Wednesday, October 10, 2007

Comics Out October 10, 2007

Runaways 28. I count roughly 21 characters in play here: The Runaways (Molly, Victor, Nico, Karolina, Xavin, Chase), The Arabs (The Swell, Lillie, Tristan), The Upward Path (Nightstick, Daystick, the Difference Engine, Black Maria, and the Adjudicator), The Sinners (Maneater, Forget-me-not, Morphine, Kid Twist, and Mr. and Mrs. Yorke), plus little Klara (and Klara's dad who is quite minor). That's a lot of people to keep track of. The issue is kinda bitter-sweet (especially Molly's misunderstanding about Klara's "chores"), funny and smart (the "Difference Engine" is a great name for a character and his punch card was hilarious), and The Yorkes are wonderfully humanized. The art is even a step up in places. But maybe because there is so much going on it seems somehow to be less than the sum of its parts -- it does not come together for me the way Fray or even Sugar Shock does, though no one can call it bad, I think.

Punisher War Journal 12. Morrison's justifiably maligned metaphor comparing good comics writing to how the Beatles added in minor chords to the standard C F G set and changed rock and roll seems especially appropriate here (if it did not, you know, kinda suck as a metaphor, as has been demonstrated around here by people who know more about music than I do). Punisher 12 is just a dippy one-off story that is the most generic kind of throwaway crossover tie-in -- but Fraction tosses in just enough over-the-top ridiculousness to make it a lot of fun. After a deft sketch of the events of World War Hulk for people not following it -- and take note people, this is how to do exposition when you need it -- we know everything we need to know, and are set for Frank vs. the Creature from Outer Space. A lesser writer might have gone with a more Predator feel, but Fraction knows that the money is in grindhouse or even drive-in silliness -- "They Came from New Jersey!" "Guns that Shoot Swords!" "Jellyball eyes of the Skull Chest Meat Shell!" Olivetti is great fun here.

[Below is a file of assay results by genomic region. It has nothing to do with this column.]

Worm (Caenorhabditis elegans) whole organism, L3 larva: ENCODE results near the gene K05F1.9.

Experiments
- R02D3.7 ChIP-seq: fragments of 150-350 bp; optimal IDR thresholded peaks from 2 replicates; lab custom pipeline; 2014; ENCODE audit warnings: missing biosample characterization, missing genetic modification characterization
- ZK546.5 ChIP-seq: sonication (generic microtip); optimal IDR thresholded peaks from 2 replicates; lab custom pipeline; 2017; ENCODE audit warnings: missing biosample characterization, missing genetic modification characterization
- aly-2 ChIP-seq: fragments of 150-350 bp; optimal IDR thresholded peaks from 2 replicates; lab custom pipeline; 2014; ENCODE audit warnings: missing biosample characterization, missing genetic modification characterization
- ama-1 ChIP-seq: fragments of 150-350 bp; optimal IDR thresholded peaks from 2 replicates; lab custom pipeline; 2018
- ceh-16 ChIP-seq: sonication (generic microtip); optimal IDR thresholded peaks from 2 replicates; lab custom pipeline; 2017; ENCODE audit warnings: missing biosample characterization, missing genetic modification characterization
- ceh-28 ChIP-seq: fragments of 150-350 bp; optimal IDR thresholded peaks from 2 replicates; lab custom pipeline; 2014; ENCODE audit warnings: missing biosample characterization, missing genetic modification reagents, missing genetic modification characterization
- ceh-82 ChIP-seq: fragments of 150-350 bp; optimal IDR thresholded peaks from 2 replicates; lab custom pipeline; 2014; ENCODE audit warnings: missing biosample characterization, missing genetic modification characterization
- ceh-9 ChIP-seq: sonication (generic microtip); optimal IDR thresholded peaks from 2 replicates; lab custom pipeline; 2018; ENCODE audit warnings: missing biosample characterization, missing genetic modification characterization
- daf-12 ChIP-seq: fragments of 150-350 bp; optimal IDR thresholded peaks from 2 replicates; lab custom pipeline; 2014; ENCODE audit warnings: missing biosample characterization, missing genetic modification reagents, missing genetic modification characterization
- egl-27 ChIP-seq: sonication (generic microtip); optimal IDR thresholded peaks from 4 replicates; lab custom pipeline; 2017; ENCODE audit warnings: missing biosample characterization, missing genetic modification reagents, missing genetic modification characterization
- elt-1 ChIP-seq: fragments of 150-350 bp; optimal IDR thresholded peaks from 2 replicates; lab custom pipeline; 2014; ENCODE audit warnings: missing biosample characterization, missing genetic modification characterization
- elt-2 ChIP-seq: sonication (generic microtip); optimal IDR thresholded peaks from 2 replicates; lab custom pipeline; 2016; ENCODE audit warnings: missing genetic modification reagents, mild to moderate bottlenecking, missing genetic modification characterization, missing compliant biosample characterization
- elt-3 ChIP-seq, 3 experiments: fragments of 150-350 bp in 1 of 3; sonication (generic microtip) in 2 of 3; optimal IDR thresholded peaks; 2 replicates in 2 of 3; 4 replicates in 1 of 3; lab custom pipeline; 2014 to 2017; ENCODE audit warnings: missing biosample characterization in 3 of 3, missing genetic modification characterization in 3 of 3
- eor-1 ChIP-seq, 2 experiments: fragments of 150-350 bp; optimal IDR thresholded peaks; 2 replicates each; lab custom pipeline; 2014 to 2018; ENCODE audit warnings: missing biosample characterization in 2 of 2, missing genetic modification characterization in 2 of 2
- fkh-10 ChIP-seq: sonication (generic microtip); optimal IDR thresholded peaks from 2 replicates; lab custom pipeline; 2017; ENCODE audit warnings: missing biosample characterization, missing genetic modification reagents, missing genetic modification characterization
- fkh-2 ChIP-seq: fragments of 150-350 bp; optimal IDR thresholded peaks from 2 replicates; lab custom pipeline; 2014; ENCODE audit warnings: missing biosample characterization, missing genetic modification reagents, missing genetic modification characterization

Two slightly more serious things to note about Fraction's work. First, his Spiderman loves his wife, his Punisher and Casanova love their jobs explicitly. Angst may be a great thing to draw on for creativity, but Fraction seems to be drawing on some surprisingly positive sources, or at least doing such a good job converting negative feelings that it looks that way.

Second, a ghostly Punisher stands over lower Manhattan on the last page, a Manhattan in ruins (from the Hulk who stands over the city in a ghostly way on the first page). Lower Manhattan is a photograph, and the Twin Towers are notably absent (especially noticeable because it is a photograph). Three questions: would the towers have been where Frank's legs are? Was there a picture of Captain America like this as a 9-11 tribute in a Marvel thing somewhere? And what are we to make of this, if anything.

Comics News at Newsarama did not excite this week.

Review, recommend, and discuss this week's comics and comics news. And I would love it of someone would spoil Spiderman: One More Day part 2 for us.